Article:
The heat output from the coil will create much more turbulence in the tank than a pesky little element so I would think the increase in total hot water will be more for the coil.
re the following from the link
- Most efficient gas boiler: 91.5%
- Most efficient oil boiler: 97.2%
97.2%! where can I buy such a beast
From the planets perspective the elec is coming in at about 35% efficiency from the CCGT stations so....
Would be interesting to see your raw readings/data and calculations too. Not doubting you, would just be nice to cast an eye over it.
Moved to Home & Garden > Plumbing & Heating
Yep, all copper.
Yeah, have to agree with this - all you can say is that each boiler will approach the efficiency level, but I had no other point of comparison available. Maybe someone with a snazzy boiler can try the test.
Should be quite easy without including losses:
Assume 50 litres is heated by 50 degrees. It takes 4.2 kJ to heat 1kg of water by 1K, so around 10.5MJ for the tank of hot water.
1 Joule = 1 Watt/second so
10.5MJ =~ 2.9kWh
Which conveniently matches the immersion heater output
Also, I have the original data in a spreadsheet - will post it this evening when I'm home.
The method for comparing the two was described on the page - running the gas and comparing the trip-point on the electric stat or vice-versa. The stat for the coil is a little below half way down the tank. Also, I have switched over between the two quite a bit in the process and the thermostatic shower valve position is the same regardless, also the amount of time the water will last.
This is exactly the point - the boiler may be able to output 20kW with 8 radiators and the immersion in the loop, but it can not transfer this amount of energy through the immersion coil. This means the burner is cycling on/off yielding low efficiency. 20kW applied directly to the water tank would heat it in less than 9 minutes - never comes close in practise.
Heat-flow in water is quite rapid due to its high specific heat capacity - as long as the element extends deep enough into the tank, its shape has little to do with it over the period of time we're talking about.
The beast in question is a Grant Vortex 26-36 condensing boilerhouse model apparently - no idea where you can buy one though.
Like I said in the original post - about saving money, not the planet
One other thing - is there 3/4 inch piping to the hot tank?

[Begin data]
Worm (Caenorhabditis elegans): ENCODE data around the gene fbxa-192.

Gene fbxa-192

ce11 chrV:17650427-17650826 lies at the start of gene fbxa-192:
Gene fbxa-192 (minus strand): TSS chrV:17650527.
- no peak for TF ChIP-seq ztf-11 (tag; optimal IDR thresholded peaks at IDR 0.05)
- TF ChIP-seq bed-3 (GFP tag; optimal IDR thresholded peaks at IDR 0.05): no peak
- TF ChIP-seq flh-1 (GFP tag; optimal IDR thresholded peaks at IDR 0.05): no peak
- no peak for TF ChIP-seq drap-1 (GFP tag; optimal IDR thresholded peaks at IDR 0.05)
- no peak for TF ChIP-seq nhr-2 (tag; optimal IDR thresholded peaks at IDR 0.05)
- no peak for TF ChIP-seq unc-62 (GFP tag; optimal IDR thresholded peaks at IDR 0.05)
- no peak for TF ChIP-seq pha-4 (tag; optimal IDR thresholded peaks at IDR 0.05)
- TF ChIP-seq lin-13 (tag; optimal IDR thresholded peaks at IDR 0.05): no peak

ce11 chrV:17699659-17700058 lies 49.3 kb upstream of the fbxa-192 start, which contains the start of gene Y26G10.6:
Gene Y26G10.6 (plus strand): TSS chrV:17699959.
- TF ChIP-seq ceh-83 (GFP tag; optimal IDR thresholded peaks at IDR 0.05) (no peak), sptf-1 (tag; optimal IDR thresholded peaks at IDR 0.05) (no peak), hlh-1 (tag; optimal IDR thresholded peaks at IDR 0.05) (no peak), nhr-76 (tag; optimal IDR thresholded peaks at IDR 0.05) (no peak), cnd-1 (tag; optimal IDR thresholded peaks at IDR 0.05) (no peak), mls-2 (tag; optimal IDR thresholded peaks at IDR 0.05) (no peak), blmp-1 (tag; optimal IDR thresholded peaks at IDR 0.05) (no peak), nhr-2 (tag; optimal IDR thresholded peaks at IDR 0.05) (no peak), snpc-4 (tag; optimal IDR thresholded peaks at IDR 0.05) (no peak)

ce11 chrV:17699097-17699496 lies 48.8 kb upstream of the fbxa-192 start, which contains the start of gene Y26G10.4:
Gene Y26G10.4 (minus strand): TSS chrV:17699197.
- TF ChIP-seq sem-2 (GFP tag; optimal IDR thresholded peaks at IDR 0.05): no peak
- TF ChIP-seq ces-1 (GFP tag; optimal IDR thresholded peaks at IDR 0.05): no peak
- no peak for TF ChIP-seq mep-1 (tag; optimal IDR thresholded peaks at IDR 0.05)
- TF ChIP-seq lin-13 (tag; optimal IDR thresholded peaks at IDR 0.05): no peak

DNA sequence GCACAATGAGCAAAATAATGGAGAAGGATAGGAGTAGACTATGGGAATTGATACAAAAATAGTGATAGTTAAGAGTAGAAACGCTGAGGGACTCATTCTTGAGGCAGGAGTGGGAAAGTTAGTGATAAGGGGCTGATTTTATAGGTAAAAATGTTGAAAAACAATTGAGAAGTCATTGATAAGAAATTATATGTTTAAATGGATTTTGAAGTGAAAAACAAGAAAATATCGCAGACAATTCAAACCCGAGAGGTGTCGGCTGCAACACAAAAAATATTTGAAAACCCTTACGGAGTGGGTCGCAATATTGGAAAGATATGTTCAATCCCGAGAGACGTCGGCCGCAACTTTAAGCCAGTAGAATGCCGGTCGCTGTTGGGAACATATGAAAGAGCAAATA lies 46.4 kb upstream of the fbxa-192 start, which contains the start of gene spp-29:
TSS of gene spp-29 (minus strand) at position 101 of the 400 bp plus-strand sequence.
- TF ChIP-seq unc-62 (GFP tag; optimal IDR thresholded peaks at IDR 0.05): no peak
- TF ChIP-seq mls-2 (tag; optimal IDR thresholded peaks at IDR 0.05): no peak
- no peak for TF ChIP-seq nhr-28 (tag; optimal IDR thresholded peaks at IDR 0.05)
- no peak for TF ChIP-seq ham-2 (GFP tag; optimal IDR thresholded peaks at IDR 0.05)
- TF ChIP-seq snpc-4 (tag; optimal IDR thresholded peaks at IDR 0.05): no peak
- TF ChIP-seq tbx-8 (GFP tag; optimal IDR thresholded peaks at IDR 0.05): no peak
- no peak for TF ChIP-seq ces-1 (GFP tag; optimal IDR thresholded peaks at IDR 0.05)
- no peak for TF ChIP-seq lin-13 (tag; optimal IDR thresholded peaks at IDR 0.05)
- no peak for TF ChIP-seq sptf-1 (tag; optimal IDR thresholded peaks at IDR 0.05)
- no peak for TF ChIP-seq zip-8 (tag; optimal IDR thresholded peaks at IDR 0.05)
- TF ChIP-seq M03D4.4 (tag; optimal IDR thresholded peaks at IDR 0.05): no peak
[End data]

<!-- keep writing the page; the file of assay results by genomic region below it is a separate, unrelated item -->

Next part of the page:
The cheapest option-solar thermal- is not even considered?
Here the EU project COMBISOL:
Interesting reading promised!
Here some samples of hydraulic arrangements at page 25, all tried and tested:
Since all homes must include a certain 'renewable' coverage of their thermal energy demand trav's research is not very usefull. Rather useless, no insult intended!
According to EU legislation ALL DHW systems must be rated from the 1st of June this year, i.e. the primary energy input must be compared to the output. At the tap that is.
Shown in clear numbers to the consumer (home owner).
And the combination of clear energy labeling/rating with the fact of the renewable energy mandate leaves only 1 option to be most cost effective.
And that is the usage of ST energy.
Modern (combi-) boilers modulate, are fully suitable to use pre-warmed water topping up only what is necessary at the point of draw.
From ca. 1.5 kW upwards. So using a 26 kW boiler to provide 3-9 liters of warm water per minute (sink or shower)is technical and economical non-sense, insult intended (smiley).
If using electricity in the DHW system then for the solar pump. 4-12 Watts per hour of sunshine, not more. So called 'A-rated circulation pumps'.
These A-rated circulation pumps are soon to become mandatory anyhow (January 2013?).
And if still insisting on electric resistance then a direct flow module. No storage loss. And of course: solar compatible, ready to use pre-warmed water, see above.
The property in question here is thermal conductivity and not specific heat capacity.
Its the property that allow wetsuits to work
The Specific Heat Capacity is the amount of heat required to change a unit mass of a substance by one degree in temperature.
Its the property that makes water v good as a thermal store, as well as being non toxic and cheap
The coils in the more modern cylinders are available in capacities to match the boiler.
I have a 300 litre cylinder and from cold to 70 in 17 minutes